These results therefore seem to be incompatible with the hypothesis that the annual oscillations are due to the influence of a steady flux of solar neutrinos. However, they appear to be compatible with the hypothesis that the annual oscillations are due to the influence of cosmic neutrinos (in addition to solar neutrinos) if we allow for the possibility that different nuclides are responsive to neutrinos of different energy and that the spatial structure and energy composition of cosmic neutrinos are variable. This hypothesized variability in the structure and composition of the cosmic-neutrino distribution may be the result of gravitational interaction with the Sun and with stochastic deflections and stochastic acceleration due to gravitational encounters with stars, galactic nuclei, black holes, etc., which processes would depend on the speed (and therefore the energy) of the particles. The possible role of cosmic neutrinos in influencing beta decays will be discussed in more detail in a future article.

We now consider the evidence of an influence of solar rotational modulation on the beta-decay rates analyzed in Section 4. We found evidence of a transient oscillation of frequency about 12.7 year−1 in both 36Cl and 32Si spectrograms (Figures 10 and 11). This frequency is compatible with an influence on the solar neutrino flux that occurs in the radiative zone. We found from the shuffle test that these features could have occurred by chance in a band of unit width with probabilities \(1.5 \times 10^{-5}\) and \(1.5\times 10^{-3}\), respectively. The probability of finding both features within a band of 5 year−1 is \(5.6\times 10^{-7}\).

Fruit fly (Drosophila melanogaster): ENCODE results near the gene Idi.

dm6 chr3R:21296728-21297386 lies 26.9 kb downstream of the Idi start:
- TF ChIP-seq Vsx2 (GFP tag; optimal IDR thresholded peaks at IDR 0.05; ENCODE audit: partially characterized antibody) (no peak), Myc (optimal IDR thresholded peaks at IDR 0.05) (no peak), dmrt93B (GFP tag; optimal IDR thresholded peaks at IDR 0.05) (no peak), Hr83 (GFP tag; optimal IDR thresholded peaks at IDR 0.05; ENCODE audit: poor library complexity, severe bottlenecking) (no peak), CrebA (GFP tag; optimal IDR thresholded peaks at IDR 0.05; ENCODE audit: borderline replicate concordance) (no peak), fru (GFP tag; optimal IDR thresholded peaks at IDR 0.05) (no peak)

Figure 10 shows a feature with frequency about 11.0 year−1 early in the spectrogram formed from 36Cl data. There is a hint of a similar feature late in the spectrogram formed from 32Si data (Figure 11). A synodic frequency of 11 year−1 corresponds to a sidereal frequency of 12 year−1, which is the rotation frequency of a region (presumed to be a tachocline) that appears to be the site of r-mode oscillations in the Sun (Sturrock et al., 2012; Sturrock and Bertello, 2010; Sturrock, Fischbach, and Jenkins, 2011; Sturrock et al., 2012; Sturrock et al., 2013; Sturrock et al., 2015).